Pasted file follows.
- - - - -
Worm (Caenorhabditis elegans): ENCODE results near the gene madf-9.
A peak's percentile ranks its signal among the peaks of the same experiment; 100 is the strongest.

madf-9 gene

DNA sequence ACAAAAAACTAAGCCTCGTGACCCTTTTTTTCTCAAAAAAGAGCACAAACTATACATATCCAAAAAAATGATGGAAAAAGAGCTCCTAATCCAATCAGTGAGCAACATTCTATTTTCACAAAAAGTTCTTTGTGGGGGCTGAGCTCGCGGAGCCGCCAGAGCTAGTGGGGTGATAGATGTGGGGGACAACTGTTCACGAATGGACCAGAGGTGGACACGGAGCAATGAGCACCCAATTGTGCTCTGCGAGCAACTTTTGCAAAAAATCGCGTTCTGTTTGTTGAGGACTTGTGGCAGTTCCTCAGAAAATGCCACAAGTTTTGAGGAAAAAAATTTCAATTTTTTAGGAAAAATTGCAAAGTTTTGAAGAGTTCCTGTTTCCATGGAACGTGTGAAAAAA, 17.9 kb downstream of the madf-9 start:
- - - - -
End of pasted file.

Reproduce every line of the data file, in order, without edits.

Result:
Worm (Caenorhabditis elegans): ENCODE results near the gene madf-9.
A peak's percentile ranks its signal among the peaks of the same experiment; 100 is the strongest.

madf-9 gene

DNA sequence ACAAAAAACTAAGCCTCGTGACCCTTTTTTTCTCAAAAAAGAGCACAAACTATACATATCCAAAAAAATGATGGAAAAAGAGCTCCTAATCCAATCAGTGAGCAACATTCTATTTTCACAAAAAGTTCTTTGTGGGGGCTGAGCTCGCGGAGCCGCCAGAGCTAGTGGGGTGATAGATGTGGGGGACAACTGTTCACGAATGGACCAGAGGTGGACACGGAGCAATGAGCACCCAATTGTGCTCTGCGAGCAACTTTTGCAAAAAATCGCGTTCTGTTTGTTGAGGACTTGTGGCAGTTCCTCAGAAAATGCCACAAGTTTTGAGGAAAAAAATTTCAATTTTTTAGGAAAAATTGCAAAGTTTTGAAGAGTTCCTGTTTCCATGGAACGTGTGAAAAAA, 17.9 kb downstream of the madf-9 start: